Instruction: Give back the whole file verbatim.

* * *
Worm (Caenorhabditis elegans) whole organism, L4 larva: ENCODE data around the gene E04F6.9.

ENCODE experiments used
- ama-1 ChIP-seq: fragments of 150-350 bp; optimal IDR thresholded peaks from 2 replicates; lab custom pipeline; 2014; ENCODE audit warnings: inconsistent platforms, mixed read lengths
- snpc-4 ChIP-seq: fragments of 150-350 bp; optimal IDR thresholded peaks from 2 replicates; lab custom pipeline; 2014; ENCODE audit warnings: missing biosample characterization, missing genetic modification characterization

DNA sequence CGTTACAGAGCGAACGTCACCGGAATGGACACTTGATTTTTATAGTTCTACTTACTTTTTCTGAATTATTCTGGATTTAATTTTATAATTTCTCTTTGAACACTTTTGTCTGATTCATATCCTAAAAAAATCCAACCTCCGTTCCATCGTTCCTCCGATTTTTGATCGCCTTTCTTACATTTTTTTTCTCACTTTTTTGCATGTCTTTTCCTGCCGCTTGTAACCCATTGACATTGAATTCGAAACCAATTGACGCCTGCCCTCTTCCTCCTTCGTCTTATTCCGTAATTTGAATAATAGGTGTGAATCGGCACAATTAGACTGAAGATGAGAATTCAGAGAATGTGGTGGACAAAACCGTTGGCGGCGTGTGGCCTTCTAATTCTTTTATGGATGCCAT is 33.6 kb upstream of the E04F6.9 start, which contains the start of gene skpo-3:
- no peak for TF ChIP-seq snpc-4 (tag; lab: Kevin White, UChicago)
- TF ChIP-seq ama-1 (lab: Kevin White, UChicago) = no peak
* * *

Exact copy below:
Worm (Caenorhabditis elegans) whole organism, L4 larva: ENCODE data around the gene E04F6.9.

ENCODE experiments used
- ama-1 ChIP-seq: fragments of 150-350 bp; optimal IDR thresholded peaks from 2 replicates; lab custom pipeline; 2014; ENCODE audit warnings: inconsistent platforms, mixed read lengths
- snpc-4 ChIP-seq: fragments of 150-350 bp; optimal IDR thresholded peaks from 2 replicates; lab custom pipeline; 2014; ENCODE audit warnings: missing biosample characterization, missing genetic modification characterization

DNA sequence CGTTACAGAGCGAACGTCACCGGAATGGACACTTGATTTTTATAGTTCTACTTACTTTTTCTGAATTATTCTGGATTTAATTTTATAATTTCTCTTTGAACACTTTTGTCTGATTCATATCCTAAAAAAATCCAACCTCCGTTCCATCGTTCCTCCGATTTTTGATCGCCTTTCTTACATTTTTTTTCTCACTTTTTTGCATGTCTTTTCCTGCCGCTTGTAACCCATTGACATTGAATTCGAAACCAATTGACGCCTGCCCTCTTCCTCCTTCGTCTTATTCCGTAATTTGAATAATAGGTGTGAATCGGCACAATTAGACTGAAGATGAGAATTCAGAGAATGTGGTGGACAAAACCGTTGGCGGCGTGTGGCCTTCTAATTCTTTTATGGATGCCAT is 33.6 kb upstream of the E04F6.9 start, which contains the start of gene skpo-3:
- no peak for TF ChIP-seq snpc-4 (tag; lab: Kevin White, UChicago)
- TF ChIP-seq ama-1 (lab: Kevin White, UChicago) = no peak